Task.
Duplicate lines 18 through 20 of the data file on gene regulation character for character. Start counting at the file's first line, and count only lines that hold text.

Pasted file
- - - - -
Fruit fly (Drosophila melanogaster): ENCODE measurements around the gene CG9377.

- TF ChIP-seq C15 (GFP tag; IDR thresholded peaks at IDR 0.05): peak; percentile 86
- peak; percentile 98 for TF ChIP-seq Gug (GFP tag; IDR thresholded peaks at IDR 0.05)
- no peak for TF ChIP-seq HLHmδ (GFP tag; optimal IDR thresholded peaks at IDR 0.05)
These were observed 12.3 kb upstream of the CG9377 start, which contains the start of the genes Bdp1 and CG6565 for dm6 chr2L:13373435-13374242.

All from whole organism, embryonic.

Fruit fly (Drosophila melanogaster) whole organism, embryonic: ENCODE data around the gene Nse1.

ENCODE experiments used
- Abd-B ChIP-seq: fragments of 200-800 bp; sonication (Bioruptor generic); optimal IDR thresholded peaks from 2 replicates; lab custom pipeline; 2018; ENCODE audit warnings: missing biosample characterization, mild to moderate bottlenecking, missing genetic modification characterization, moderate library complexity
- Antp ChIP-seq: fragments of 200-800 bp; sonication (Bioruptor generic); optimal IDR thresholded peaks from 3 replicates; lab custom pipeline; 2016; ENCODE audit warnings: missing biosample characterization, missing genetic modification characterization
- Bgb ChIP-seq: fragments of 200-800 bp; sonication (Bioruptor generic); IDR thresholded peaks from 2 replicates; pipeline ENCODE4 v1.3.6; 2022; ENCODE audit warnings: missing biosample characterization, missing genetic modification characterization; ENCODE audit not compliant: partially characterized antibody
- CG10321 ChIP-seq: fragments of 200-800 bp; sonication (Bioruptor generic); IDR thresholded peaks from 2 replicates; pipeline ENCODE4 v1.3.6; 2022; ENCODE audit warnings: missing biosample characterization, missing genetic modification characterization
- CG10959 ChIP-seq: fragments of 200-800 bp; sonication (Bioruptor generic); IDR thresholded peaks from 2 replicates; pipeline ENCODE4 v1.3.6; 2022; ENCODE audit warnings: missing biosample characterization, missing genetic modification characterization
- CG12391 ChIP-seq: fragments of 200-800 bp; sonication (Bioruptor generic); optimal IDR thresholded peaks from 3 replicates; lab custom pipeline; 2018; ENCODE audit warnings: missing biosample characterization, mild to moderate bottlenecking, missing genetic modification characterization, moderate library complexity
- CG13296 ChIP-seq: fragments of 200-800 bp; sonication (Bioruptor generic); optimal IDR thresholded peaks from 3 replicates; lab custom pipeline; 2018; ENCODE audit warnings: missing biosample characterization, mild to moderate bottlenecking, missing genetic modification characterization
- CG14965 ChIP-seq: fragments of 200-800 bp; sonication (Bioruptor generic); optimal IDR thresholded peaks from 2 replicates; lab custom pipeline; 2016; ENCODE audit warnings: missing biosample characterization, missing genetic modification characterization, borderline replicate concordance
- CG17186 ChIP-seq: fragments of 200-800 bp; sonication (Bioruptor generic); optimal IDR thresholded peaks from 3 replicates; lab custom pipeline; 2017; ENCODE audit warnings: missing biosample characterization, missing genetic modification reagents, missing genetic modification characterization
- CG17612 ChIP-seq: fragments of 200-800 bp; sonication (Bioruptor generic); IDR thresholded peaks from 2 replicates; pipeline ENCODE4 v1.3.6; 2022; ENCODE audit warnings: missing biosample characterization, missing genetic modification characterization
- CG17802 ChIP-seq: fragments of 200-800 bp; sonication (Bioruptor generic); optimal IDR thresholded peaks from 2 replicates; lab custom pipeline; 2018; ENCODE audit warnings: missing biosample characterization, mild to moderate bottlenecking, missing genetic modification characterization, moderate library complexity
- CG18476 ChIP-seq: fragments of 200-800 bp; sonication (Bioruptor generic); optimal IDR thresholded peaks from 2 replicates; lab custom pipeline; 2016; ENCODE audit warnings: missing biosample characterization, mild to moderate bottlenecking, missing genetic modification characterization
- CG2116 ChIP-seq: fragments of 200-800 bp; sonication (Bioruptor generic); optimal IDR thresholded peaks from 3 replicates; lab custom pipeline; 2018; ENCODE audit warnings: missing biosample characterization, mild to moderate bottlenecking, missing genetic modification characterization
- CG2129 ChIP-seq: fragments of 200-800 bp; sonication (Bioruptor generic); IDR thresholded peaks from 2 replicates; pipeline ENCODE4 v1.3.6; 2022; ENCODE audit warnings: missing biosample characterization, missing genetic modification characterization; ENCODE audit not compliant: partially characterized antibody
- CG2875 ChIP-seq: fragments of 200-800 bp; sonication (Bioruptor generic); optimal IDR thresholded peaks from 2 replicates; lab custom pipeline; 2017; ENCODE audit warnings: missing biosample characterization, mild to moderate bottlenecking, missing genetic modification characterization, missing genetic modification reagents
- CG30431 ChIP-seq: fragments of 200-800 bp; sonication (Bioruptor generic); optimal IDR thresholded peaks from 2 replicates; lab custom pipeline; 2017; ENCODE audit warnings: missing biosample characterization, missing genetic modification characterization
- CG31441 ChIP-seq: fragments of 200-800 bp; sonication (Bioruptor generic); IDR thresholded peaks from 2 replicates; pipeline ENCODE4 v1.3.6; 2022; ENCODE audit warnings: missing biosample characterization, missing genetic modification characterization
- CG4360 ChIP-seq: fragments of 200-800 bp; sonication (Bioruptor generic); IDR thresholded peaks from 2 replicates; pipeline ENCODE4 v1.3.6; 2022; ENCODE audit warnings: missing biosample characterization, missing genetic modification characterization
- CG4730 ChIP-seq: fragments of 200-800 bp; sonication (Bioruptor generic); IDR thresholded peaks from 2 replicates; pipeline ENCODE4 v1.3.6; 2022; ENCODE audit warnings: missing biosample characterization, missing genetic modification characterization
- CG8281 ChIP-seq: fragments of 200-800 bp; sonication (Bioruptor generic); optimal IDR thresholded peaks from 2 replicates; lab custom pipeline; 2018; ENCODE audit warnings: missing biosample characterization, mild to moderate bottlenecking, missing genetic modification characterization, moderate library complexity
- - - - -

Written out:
- CG17612 ChIP-seq: fragments of 200-800 bp; sonication (Bioruptor generic); IDR thresholded peaks from 2 replicates; pipeline ENCODE4 v1.3.6; 2022; ENCODE audit warnings: missing biosample characterization, missing genetic modification characterization
- CG17802 ChIP-seq: fragments of 200-800 bp; sonication (Bioruptor generic); optimal IDR thresholded peaks from 2 replicates; lab custom pipeline; 2018; ENCODE audit warnings: missing biosample characterization, mild to moderate bottlenecking, missing genetic modification characterization, moderate library complexity
- CG18476 ChIP-seq: fragments of 200-800 bp; sonication (Bioruptor generic); optimal IDR thresholded peaks from 2 replicates; lab custom pipeline; 2016; ENCODE audit warnings: missing biosample characterization, mild to moderate bottlenecking, missing genetic modification characterization